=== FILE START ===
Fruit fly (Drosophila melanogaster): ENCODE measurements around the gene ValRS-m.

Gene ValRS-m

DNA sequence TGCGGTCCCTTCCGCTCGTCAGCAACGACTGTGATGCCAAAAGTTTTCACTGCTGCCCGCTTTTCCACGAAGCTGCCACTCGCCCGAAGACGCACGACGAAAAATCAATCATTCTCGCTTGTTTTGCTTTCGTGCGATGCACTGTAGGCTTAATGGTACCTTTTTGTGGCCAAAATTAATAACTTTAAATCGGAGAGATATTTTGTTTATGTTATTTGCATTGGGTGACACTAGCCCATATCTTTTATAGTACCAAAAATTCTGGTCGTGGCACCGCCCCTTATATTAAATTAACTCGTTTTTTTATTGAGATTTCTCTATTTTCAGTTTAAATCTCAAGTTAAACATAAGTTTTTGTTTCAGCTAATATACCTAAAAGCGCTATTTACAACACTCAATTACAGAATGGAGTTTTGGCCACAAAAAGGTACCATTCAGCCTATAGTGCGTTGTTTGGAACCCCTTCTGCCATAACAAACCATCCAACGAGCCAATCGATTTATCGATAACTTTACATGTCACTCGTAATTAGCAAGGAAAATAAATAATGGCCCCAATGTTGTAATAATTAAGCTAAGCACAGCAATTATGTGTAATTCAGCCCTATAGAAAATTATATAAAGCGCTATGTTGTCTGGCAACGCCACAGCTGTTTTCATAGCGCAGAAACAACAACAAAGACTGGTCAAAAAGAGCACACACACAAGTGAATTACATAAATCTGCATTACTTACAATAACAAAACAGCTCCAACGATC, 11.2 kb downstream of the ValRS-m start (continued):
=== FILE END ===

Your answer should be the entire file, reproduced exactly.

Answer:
Fruit fly (Drosophila melanogaster): ENCODE measurements around the gene ValRS-m.

Gene ValRS-m

DNA sequence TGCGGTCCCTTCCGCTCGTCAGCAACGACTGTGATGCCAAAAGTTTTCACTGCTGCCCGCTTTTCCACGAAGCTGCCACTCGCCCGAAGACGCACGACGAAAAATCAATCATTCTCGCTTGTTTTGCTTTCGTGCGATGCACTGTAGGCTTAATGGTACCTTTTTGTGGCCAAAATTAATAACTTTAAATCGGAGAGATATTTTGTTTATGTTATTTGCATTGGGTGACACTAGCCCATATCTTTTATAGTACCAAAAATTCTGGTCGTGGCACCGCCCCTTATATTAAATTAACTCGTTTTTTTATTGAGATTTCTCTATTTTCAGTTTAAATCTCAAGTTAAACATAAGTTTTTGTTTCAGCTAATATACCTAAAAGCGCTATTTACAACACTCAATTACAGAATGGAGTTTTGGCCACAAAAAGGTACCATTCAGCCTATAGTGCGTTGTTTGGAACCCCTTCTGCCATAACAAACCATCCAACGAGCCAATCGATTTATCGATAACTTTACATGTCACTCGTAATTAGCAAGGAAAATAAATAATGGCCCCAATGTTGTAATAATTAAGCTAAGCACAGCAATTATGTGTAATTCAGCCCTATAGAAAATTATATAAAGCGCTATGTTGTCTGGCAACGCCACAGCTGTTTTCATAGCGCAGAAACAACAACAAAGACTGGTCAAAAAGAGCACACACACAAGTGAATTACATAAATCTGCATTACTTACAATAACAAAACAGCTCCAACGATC, 11.2 kb downstream of the ValRS-m start (continued):